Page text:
“Is This Where You Build Space Lasers?”: Generic Confrontations, Subversive Reformulations, and Nostalgic Pastiche in the Postmodern Web Series Stranger Things
Abstract | This article explores the intersection of science fiction and horror worlds canvassed by the Duffer Brothers’ Netflix series Stranger Things (2016- ). It examines the series’ championing of postmodern pastiche, as well as the text’s overwhelming employment of cultural quotation able to transport spectators back to the early 1980s. Through close examinations of the series’ use of setting, science, and social anxiety, this article argues that the Duffer Brothers successfully engage the generic structures of horror and science fiction while simultaneously subverting them. It contends that by capturing the cultural, social, moral, and historical milieu of the era, Stranger Things infuses further nostalgic intertexts into an already nostalgized referent, arriving at a new postmodern pinnacle. A mélange of generic tropes, sentimental homage, and contemporary progressive ideology, this piece argues that the Duffer Brothers do not simply draft a love letter to their artistic inspirations, but intelligently contextualize the sociocultural connotations of the cinematic realm Stranger Things revisits. In this sense, this essay disputes scholarly claims dismissing the techniques of genre and pastiche, as well as the postmodern on-screen space evolving into a responsible reformulation of nostalgic and generic cinematic frameworks.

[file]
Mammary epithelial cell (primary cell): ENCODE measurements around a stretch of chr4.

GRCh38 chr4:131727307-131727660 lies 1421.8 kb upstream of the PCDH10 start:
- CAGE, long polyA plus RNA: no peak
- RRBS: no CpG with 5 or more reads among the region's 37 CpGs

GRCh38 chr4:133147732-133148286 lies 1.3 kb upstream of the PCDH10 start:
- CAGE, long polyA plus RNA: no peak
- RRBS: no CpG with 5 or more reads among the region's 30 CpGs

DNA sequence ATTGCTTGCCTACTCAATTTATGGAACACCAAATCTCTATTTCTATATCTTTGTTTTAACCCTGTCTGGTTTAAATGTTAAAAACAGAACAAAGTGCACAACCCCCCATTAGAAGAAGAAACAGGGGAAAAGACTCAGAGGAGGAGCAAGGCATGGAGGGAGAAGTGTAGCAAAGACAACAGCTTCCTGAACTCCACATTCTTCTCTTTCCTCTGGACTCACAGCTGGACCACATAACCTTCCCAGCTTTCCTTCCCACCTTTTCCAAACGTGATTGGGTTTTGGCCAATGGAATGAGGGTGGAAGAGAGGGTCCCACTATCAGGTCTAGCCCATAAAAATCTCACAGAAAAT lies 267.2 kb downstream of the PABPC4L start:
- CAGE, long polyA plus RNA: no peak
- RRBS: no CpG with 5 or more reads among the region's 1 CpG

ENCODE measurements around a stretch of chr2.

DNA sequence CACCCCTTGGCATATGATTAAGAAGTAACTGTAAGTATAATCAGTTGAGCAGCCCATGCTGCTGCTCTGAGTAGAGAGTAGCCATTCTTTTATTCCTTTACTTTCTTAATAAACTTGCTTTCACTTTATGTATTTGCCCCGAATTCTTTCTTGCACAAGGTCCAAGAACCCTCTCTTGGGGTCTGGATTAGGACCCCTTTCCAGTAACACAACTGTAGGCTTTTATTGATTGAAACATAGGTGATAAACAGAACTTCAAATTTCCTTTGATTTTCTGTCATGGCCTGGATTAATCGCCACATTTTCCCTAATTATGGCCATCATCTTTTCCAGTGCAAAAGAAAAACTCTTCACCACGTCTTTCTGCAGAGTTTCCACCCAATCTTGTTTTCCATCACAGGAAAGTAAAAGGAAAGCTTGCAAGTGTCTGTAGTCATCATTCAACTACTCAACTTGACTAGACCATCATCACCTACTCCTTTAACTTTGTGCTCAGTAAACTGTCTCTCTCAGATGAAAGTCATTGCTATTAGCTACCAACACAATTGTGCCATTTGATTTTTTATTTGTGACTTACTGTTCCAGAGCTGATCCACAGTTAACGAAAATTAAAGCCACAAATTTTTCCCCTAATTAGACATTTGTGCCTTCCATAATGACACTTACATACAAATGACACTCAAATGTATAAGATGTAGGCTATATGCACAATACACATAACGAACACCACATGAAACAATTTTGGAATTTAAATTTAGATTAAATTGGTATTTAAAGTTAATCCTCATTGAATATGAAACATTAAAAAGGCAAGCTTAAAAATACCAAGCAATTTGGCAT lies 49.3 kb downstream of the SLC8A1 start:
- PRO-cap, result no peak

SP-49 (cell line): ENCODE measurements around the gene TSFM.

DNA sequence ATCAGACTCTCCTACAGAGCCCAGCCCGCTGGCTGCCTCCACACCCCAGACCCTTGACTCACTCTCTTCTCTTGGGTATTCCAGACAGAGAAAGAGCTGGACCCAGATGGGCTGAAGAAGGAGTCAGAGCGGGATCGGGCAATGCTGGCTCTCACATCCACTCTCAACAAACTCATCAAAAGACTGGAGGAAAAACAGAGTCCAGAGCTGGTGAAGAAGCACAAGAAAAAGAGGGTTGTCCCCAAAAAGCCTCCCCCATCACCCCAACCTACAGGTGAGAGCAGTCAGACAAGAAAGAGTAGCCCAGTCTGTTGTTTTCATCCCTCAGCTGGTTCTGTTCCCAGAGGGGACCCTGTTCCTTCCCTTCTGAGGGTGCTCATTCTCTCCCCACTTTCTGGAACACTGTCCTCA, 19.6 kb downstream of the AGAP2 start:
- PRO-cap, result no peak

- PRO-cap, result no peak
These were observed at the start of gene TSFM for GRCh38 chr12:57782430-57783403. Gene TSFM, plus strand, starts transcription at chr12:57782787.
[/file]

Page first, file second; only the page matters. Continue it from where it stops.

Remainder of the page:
Keywords | Stranger Things; science fiction; pastiche; nostalgia; subversion.